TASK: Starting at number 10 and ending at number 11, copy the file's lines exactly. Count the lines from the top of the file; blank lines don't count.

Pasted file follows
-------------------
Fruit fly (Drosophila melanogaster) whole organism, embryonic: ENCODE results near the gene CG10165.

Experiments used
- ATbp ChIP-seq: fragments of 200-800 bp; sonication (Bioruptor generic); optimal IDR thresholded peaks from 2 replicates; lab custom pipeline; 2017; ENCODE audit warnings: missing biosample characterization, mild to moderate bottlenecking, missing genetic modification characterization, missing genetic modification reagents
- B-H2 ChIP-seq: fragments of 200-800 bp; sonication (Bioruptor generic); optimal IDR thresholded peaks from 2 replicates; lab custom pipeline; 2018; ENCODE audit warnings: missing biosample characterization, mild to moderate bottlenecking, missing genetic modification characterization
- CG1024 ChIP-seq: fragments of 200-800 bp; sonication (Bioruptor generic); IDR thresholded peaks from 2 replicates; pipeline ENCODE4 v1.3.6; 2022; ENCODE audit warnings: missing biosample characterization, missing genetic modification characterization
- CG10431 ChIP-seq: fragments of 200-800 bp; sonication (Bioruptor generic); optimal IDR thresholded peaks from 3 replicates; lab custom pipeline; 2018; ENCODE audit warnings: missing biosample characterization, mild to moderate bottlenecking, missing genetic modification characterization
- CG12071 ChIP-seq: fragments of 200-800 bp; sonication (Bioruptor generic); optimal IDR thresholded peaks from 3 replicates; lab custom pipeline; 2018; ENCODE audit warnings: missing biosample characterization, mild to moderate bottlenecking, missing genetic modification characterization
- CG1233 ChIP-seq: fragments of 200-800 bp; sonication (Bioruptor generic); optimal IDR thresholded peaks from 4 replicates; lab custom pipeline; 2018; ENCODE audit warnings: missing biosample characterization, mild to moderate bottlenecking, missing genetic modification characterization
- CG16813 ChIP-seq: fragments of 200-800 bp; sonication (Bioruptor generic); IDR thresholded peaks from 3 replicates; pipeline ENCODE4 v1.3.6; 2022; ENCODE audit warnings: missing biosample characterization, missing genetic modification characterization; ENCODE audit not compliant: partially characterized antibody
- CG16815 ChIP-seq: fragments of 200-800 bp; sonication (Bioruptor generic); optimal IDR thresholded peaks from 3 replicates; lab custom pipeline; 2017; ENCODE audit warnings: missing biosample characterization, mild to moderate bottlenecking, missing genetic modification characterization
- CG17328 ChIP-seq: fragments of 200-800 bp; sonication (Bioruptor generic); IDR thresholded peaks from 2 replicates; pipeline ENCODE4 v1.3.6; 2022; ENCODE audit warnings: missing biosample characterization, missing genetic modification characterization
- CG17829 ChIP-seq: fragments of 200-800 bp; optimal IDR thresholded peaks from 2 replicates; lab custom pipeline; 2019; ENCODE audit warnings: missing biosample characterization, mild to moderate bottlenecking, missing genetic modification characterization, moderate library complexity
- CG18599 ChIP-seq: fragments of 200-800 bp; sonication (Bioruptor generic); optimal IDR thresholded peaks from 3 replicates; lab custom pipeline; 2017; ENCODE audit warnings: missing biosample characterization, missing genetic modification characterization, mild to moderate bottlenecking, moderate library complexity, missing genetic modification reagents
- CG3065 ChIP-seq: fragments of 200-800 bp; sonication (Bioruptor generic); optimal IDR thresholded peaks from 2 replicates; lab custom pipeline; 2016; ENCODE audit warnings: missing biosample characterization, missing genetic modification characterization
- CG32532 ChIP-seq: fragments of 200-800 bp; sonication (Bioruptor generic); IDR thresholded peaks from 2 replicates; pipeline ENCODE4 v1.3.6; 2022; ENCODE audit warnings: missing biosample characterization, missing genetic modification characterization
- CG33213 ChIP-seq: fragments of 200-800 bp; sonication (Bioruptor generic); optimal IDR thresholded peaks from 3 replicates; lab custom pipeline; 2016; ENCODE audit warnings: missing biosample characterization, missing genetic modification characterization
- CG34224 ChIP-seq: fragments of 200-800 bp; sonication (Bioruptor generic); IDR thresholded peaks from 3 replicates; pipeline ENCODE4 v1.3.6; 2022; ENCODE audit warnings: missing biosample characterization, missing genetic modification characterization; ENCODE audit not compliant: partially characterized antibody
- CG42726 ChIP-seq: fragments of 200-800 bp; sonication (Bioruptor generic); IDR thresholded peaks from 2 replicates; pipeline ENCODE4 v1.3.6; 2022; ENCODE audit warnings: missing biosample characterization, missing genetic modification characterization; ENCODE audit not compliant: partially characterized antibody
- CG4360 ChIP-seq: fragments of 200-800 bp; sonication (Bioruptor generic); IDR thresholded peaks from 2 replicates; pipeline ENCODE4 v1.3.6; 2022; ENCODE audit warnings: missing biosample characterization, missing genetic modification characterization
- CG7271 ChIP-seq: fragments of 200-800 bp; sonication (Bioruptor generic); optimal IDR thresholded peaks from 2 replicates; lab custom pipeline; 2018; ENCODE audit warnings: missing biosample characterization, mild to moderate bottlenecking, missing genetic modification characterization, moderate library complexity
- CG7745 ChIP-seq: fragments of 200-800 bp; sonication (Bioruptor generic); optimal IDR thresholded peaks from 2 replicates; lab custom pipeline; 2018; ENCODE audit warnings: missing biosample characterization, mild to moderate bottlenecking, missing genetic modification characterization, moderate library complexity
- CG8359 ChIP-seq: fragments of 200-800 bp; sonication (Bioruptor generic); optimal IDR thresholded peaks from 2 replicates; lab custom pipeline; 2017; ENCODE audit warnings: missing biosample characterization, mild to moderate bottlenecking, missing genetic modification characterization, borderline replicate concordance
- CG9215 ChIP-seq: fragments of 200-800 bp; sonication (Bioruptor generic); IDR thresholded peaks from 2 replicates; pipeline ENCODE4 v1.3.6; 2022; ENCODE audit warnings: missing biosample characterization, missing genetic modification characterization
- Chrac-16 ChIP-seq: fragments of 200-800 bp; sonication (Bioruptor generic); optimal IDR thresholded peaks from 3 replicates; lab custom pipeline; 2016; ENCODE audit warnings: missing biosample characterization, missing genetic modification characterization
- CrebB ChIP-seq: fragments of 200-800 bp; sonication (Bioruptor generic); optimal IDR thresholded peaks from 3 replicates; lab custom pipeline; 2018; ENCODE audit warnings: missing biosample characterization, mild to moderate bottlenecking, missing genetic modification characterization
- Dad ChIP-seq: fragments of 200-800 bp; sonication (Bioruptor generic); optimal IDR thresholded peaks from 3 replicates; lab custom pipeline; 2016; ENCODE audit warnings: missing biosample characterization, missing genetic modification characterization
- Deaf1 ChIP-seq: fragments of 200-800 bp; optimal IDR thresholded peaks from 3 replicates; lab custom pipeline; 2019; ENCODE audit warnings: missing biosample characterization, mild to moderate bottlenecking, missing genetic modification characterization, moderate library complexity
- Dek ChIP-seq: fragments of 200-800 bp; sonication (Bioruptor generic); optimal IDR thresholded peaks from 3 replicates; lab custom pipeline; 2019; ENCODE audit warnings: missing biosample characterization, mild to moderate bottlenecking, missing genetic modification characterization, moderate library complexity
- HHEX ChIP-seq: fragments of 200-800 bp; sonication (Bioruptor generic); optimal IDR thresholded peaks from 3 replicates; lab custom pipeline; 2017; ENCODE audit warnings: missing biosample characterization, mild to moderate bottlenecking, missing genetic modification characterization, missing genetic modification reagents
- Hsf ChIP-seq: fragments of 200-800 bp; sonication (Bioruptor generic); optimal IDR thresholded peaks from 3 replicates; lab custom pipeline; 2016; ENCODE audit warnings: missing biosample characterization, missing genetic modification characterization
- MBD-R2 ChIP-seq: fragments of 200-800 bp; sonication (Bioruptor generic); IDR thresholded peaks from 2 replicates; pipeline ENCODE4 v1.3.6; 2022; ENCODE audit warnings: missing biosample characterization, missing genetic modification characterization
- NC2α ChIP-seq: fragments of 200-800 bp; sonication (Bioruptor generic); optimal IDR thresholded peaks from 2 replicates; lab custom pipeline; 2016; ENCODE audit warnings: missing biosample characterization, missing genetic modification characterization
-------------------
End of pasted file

- CG16815 ChIP-seq: fragments of 200-800 bp; sonication (Bioruptor generic); optimal IDR thresholded peaks from 3 replicates; lab custom pipeline; 2017; ENCODE audit warnings: missing biosample characterization, mild to moderate bottlenecking, missing genetic modification characterization
- CG17328 ChIP-seq: fragments of 200-800 bp; sonication (Bioruptor generic); IDR thresholded peaks from 2 replicates; pipeline ENCODE4 v1.3.6; 2022; ENCODE audit warnings: missing biosample characterization, missing genetic modification characterization